Simon Malyon- PG Rep I am currently in the third year of an ESRC funded PhD in Human Geography at Royal Holloway, University of London. My research is focused on the experiences of migrant workers in the platform sector (delivery work) in Beijing, China. The platform economy has grown rapidly in China yet fewer research outcomes have considered the working experiences and labour relations of those employed in this sector, and I am currently collaborating with Chinese researchers in undertaking fieldwork through networks developed on a Newton fund PhD grant. Outside of the PhD I have completed projects for Save the Children, the British Council and the Rights Practice and am a competent Mandarin speaker.

Aysegul Can Aysegul Can is currently a Lecturer in the Department of Urban and Regional Planning in Istanbul Medeniyet University. Her current research interests stem from her experiences as an urbanist in the last 10 years. She spent a lot of her time and effort in understanding changing world economy since the 1970s, what does that mean for Global South and North, and, in particular, how does these economic changes affect the changing processes of gentrification all around the world. She paid attention to processes of gentrification through private housing market and state-induced urban regeneration projects, transformation of the cultural identities of the neighbourhoods during these processes, the conflicts that may arise because of this transformation and how the inhabitants and local and national government handled this change in an ever-expanding city like Istanbul. Her most recent research interests beyond her PhD focuses on developing new theory and/or conceptualizations of affordable housing with a focus on informal settlements in Global Southern cities so as to counter the colonialism of Euro-American theory.

Kate Maclean  I feel that my teaching and research fit very well with DARG’s profile, and I have the administrative experience to be able to fulfil the expectations of the role. Since completing my PhD in 2008, I have taught a variety of development courses at undergraduate and masters level. These have included courses on my particular focus – broadly ‘gender and development’ – as well as core courses on environment, development, and livelihoods. I have also taught methodology at MA level for students on development courses. My academic work is in the development context and I have published in both development journals as well as broader geography publications. Specific projects include microfinance in rural Bolivia, informal markets and the used clothes trade in El Alto, Bolivia, and urban regeneration and violence in Colombia. I have taken on a range of administrative roles, including Director of Undergraduate Studies at King’s and I am currently Director of the BSc Social Sciences at Birkbeck – the school’s largest degree. My experience in both research and teaching has given me a very clear idea of the specificities of development geography, and how this subject area sits within geography. In both my previous position (at King’s College London) and current position at Birkbeck, I have been active in clarifying the distinctiveness of the field of development geography and the specific needs of students and researchers in this area.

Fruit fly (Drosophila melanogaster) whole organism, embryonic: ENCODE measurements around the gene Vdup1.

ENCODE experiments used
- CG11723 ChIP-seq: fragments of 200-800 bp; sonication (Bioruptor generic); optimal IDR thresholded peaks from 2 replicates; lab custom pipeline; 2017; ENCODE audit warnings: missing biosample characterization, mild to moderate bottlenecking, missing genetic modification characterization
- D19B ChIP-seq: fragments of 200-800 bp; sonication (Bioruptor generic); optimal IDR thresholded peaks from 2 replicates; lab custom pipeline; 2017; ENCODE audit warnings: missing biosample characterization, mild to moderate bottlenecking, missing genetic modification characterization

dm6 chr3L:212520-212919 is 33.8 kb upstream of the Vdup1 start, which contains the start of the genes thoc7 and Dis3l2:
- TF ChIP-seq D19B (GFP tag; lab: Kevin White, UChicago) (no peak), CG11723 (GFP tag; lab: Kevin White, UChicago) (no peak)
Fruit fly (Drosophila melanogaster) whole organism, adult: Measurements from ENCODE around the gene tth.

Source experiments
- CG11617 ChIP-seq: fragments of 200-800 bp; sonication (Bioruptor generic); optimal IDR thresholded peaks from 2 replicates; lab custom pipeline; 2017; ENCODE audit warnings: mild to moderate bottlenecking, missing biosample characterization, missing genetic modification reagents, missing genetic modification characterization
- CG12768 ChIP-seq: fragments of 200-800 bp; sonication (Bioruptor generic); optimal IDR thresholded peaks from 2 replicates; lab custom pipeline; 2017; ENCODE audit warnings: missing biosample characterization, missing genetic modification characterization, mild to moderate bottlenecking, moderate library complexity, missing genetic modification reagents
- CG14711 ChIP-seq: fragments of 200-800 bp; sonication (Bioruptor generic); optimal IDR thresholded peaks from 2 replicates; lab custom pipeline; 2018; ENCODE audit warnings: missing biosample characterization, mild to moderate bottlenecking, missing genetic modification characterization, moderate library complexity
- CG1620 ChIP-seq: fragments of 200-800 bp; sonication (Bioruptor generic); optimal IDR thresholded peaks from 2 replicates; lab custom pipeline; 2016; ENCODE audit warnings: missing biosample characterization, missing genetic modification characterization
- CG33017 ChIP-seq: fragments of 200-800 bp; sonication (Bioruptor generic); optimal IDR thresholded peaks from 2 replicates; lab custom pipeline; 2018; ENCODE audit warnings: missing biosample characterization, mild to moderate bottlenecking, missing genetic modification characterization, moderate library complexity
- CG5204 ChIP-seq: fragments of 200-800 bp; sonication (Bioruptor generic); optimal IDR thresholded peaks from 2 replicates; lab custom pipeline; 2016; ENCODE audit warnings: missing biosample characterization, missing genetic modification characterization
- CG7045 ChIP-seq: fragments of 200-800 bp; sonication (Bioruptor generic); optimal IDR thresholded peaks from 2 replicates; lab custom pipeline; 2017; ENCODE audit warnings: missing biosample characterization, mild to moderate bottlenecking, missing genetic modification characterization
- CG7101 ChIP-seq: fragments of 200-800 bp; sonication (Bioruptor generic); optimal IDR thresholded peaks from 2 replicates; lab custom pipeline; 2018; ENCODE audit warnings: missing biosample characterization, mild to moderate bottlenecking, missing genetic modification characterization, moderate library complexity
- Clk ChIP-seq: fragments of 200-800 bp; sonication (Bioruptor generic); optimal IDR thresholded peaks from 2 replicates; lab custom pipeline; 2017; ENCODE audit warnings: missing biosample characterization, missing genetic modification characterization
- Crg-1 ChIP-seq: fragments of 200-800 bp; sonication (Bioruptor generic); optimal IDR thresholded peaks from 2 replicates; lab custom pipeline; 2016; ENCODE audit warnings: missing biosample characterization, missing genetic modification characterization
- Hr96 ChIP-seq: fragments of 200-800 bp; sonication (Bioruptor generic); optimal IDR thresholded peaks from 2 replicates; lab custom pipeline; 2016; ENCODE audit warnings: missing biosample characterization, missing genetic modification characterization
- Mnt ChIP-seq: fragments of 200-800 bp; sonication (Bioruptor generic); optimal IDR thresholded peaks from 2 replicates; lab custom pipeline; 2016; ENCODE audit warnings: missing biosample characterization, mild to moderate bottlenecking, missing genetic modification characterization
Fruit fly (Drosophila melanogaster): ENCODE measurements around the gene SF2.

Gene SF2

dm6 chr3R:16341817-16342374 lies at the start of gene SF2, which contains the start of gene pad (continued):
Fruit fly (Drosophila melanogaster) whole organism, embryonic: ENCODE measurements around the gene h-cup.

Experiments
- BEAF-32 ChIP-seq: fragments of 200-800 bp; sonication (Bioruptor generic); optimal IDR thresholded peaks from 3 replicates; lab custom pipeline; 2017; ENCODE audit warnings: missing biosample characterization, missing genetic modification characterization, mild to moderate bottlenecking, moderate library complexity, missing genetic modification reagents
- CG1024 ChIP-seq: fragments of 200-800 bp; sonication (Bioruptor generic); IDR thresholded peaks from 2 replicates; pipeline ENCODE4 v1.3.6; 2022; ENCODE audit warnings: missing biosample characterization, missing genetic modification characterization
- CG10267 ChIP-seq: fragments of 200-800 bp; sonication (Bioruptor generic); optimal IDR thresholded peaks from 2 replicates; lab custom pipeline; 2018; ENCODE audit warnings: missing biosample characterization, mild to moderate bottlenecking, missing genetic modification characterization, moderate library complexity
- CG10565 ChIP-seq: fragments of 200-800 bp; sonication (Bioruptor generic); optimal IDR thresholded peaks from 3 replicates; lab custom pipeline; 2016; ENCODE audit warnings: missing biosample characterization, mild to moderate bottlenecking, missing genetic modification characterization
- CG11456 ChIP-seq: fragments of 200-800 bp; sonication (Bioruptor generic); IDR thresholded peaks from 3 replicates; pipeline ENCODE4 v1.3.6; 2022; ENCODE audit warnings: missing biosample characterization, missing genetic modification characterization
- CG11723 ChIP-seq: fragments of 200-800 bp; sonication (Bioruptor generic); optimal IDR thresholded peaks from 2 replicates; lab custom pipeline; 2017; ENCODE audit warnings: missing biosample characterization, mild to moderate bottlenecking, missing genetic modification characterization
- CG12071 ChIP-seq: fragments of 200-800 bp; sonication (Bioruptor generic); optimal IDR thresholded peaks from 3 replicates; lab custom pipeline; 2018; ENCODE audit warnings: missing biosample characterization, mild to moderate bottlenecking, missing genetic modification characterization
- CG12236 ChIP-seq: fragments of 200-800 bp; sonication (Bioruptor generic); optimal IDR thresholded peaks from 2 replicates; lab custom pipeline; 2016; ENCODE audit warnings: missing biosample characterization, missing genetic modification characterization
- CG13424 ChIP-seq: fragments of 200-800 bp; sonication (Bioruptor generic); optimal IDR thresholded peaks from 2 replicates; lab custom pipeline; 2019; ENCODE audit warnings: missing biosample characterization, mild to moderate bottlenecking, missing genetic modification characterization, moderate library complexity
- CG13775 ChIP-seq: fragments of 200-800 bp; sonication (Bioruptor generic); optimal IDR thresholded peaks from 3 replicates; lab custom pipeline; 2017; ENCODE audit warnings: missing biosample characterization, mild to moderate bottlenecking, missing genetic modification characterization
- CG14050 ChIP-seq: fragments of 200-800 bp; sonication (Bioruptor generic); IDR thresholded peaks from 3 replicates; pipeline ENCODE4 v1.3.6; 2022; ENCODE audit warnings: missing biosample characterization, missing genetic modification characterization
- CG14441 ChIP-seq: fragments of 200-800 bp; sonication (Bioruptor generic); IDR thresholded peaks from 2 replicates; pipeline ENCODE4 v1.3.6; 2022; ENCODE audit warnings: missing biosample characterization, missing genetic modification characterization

Matt Baillie Smith I am Professor of International Development at Northumbria University, and director of Northumbria’s Centre for International Development. Before becoming an academic, I worked as a development NGO practitioner. My research particularly focuses on the relationships between international citizenship and development, which I explore through work on areas including international volunteering, development education, NGO engagement strategies and activism. I have a particular interest in and commitment to linking critical development scholarship to wider public engagement and understanding, and this is an area of expertise I would particularly bring to the DARG committee. I am an advisor to the Global Learning Programme, a DfID funded development education programme of which the RGS is a consortium member, and have extensive links with NGOs, education organisations, activists and other organisations that work in this area. Through this expertise and interest, I would like to bring new connections and opportunities to DARG and the ways it can engage with communities beyond academia, as well as further enhancing DARG’s ongoing work in support of critical development scholarship, particularly amongst students and early career academics.

Sarah Jewitt I have research interests in rural development, agriculture, indigenous knowledge systems, gender, sanitation, energy, forest management and common property resources with a particular emphasis on South and Southeast Asia. Recent work in India has focused on decentralized rural energy, improved sanitation and the socio-economic and environmental impacts of the Green Revolution while my work in Southeast Asia has focused primarily on the restoration of tropical peat swamp forests. Current work on barriers to the adoption to improved cookstoves in southern Africa is allowing me to expand my research interests into eastern and southern Africa.